There are no two ways about it, sleep training involving tears is hard. Hopefully you won’t have to do it (BabyGirl didn’t really need it) but if you do (as we had to with BabyBoy) hopefully the following will help you:
1. Be ready. This is key. It took me a long long time to be fully convinced that BabyBoy needed to be sleep-trained. We ran the gauntlet of trying everything else before we turned to the graduated extinction method. It is important that you have convinced yourself that baby is not getting hungry during the night, and is not ill, teething, getting used to a new room / routine, going through severe separation anxiety…or anything else you can think of that might mean sleep training is not appropriate. Listening to baby cry will make the question ‘what is wrong?’ reverberate around your mind, so think about it in advance. If necessary, write down a list of things you have considered so that you can reassure yourself during the night that, yes, rationally you think sleep training is now needed.
2. If you can, arrange for someone to take over baby duty for a few hours during the day, so that you can get some rest. Sleep training is easier when you have resigned yourself to not sleeping for part of the night. If you’re desperately trying to squeeze in more night-time sleep, you will be more inclined to ditch the sleep-training method ‘just for tonight’. And once you’ve done that, you set yourself back several steps.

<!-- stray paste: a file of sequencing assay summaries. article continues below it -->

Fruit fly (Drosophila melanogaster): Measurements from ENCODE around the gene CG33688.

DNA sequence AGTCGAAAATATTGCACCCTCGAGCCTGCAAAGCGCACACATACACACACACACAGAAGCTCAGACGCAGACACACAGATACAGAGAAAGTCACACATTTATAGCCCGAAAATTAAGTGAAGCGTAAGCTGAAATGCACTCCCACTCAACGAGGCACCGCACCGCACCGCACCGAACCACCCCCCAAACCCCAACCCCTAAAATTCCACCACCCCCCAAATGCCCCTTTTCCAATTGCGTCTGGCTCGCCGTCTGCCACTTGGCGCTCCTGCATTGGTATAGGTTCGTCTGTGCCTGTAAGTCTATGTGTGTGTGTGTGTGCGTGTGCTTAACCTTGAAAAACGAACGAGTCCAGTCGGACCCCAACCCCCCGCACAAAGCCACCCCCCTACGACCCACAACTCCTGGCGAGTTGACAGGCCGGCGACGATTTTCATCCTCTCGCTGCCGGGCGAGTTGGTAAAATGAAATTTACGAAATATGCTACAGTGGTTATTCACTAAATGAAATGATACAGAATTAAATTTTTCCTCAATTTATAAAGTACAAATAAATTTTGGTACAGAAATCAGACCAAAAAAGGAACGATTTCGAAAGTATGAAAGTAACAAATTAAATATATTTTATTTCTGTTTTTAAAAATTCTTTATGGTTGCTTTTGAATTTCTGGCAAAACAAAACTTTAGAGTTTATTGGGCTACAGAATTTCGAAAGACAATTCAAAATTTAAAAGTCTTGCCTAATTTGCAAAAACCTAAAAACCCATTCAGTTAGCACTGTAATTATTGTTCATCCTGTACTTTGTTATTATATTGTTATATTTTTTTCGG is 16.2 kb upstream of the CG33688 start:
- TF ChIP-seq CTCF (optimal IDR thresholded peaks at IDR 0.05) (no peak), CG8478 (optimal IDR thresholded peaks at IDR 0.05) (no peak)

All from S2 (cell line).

4. Once you’ve resigned yourself to no sleep you have to sit listening to baby cry. It is hard. If you are doing graduated extinction keep a clock in sight so that you can time the intervals. Write down the intervals so that you can see, yes, it’s only been five minutes. And, although it seems callous, have a distraction to hand – whether it’s referring to your baby sleep book, flicking over the pages of a magazine, scrolling through this blog….you are not going to take anything in, but it will help you keep going for just a few more minutes…and those few minutes may be all baby needs to resettle himself.
5. Persevere. Some sleep training information gives the impression that it takes is a couple of nights and then, hooray, baby will sleep through. I really hope that is what happens in your case. But it might not. It took 25 nights before BabyBoy hit the magic hour of 6am. Apparently early morning waking is one of the hardest habits to break and having gone through it with BabyBoy, I fully agree.